Behind the headlines

Our regular panel comments on a topic in the

Whereas the first phase of the Victoria
Climbie Inquiry concentrated on the failings of the agencies
involved, the second phase is also considering some of the wider
social and political attitudes that may have helped to create an
environment in which such tragedies can happen. The Family Rights
Group pointed out that the Immigration and Asylum Act 1999 had
placed many families newly arrived in this country beyond the reach
of the welfare state, with even those few families who do have some
entitlement to services refused them on the false assumption that
they are debarred from receiving them. Modupe Debbie Ariyo,
co-ordinator of Africans Unite Against Child Abuse, gave evidence
about the cultural misunderstandings, such as mistaking signs of
abuse for signs of respect for elders born out of good discipline.
The law which allows corporal punishment in cases of “reasonable
chastisement” only made matters more difficult. It was also
suggested Britain’s colonial legacy was a factor as African
com-munities had difficulty approaching white-dominated statutory

Bill Badham, programme manager,
Children’s Society
“It’s usually adults who go on about different cultural
approaches to disciplining children. It’s children in Africa and in
the UK who all seek protection and safety, to be protected and
listened to. So ban smacking, afford asylum seekers the same rights
under the UN Convention on the Rights of the Child, and set up an
independent children’s champion in England. And use the
Comprehensive Spending Review to back this with proper resourcing
for specialist responses and preventive provision”

Martin Green, chief executive, Counsel
and Care for the Elderly
“It is a major mistake to cloud the issues surrounding
this case with more general debates about race. This detracts from
a clear analysis of what went wrong, who failed and why. It is
important that services are appropriate to the needs of all users
and if the issues that have been highlighted are central to the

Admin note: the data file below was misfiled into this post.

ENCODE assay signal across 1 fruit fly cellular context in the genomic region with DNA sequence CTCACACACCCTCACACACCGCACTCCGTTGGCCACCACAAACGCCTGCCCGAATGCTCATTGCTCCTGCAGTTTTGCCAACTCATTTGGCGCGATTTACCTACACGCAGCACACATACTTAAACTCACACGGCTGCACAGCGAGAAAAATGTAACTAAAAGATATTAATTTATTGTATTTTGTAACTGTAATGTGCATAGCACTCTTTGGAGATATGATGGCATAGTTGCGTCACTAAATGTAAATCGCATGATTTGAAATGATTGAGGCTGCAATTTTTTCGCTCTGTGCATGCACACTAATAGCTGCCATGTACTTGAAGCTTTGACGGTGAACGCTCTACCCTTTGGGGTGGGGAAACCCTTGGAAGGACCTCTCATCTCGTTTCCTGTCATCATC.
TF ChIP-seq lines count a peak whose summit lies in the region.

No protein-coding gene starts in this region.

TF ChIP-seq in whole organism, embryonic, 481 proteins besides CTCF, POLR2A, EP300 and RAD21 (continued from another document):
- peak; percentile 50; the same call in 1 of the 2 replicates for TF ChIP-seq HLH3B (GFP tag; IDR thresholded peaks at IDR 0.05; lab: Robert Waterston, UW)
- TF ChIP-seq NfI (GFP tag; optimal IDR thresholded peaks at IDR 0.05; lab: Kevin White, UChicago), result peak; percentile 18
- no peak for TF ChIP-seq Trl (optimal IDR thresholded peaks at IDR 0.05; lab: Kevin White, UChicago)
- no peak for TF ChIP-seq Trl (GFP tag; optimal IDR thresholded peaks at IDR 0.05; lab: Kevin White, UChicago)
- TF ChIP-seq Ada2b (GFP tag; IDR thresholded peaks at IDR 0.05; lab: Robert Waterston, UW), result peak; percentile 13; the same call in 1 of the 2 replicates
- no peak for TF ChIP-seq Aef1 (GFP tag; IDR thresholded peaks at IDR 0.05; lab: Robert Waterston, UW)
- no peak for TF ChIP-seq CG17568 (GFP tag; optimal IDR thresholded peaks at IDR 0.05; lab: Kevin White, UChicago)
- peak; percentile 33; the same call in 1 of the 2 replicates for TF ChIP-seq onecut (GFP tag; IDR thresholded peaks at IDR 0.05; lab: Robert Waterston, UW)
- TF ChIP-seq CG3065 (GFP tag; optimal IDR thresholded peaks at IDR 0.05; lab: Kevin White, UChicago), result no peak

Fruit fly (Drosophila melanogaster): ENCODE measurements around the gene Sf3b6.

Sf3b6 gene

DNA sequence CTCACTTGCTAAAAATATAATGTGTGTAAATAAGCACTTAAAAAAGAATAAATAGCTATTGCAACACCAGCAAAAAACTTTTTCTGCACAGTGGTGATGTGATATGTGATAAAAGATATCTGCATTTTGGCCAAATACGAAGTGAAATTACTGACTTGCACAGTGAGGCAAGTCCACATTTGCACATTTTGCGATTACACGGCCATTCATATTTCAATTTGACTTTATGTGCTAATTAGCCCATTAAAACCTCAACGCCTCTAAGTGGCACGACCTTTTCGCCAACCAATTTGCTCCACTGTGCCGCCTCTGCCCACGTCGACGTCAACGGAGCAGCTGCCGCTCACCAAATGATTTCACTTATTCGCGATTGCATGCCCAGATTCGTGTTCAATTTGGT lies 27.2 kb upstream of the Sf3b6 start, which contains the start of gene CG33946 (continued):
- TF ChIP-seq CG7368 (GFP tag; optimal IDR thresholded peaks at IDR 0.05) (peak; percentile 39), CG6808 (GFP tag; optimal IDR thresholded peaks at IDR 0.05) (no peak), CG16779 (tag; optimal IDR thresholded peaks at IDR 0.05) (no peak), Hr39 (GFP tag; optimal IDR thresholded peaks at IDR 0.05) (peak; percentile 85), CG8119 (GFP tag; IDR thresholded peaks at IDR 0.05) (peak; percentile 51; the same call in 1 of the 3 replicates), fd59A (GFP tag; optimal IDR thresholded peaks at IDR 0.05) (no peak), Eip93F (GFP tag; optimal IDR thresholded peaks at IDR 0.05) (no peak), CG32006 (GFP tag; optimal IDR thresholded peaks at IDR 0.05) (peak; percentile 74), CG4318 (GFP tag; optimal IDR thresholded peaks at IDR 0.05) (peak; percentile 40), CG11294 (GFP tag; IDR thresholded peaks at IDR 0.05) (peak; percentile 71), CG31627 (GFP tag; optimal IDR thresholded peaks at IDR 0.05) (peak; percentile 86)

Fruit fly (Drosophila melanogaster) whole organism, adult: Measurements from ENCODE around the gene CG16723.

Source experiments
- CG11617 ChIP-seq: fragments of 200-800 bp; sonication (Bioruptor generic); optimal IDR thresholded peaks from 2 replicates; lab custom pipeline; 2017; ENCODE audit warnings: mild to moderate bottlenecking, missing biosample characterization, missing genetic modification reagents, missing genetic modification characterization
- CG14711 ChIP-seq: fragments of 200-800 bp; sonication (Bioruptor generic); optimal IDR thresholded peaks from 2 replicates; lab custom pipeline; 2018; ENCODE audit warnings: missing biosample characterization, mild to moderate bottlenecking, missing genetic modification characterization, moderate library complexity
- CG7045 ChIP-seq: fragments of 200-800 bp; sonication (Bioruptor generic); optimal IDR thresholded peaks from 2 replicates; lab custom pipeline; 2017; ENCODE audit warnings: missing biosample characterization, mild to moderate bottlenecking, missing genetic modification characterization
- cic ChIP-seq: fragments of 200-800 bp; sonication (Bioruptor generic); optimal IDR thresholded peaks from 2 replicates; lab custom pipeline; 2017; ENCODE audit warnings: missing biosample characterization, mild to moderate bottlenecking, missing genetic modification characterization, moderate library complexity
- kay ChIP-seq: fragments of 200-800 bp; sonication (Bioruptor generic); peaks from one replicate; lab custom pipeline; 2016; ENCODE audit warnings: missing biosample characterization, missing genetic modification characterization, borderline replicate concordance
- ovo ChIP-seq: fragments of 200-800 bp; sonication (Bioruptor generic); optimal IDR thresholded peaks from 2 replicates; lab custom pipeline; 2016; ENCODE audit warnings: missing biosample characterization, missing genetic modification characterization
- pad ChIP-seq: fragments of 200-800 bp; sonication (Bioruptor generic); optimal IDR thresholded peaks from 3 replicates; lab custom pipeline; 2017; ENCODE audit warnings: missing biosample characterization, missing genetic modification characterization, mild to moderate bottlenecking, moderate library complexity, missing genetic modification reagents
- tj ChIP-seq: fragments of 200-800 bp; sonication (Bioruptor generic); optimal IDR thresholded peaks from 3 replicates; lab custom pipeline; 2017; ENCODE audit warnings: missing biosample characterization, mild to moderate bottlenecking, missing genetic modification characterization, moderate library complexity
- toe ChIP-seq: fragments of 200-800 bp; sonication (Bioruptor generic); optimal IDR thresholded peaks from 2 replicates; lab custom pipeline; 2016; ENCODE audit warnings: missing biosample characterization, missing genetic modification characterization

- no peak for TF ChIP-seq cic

failures in this case, then I hope that they can be identified by
the inquiry and that some clear guidance can be given on what needs
to happen to make things better in the future.”

Julia Ross, social services director
and primary care trust chief executive, London Borough of Barking
and Dagenham
“It is absolutely right that we should make services
available for all children in need, however they come to our
attention and wherever they come from. However, I do believe that
this situation around our failure to protect Victoria was – and
indeed still is – much more complex than the need to offer services
to children from ethnic minority backgrounds on the same basis as

Karen Warwick, senior practitioner,
“There is no doubt that children from ethnic minorities
are alienated from the support and protection systems in the UK.
Some may say that the argument pertaining to colonialism is
outdated and no longer relevant. I would state the opposite. There
is clear evidence of institutional racism permeating systems. For
example, many social workers still believe that the children of
asylum seekers are not eligible for services under the Children Act
1989. We need to start making changes to the system based on the
findings of this inquiry.”

Phil Frampton, national chairperson,
Care Leavers Association
“All children in this country should be protected by
social services. Physical or other harm to children should not be
tolerated, whatever their origin. Under the United Nations
Convention on the Rights of the Child all children have a right to
protection and a decent home life. Local authorities should be
instructed to assist asylum seeker children using the Children Act
where necessary. The government chastises Zimbabwe and other
countries over human rights which makes it even more appalling that
firmer action is not taken here to protect the rights of

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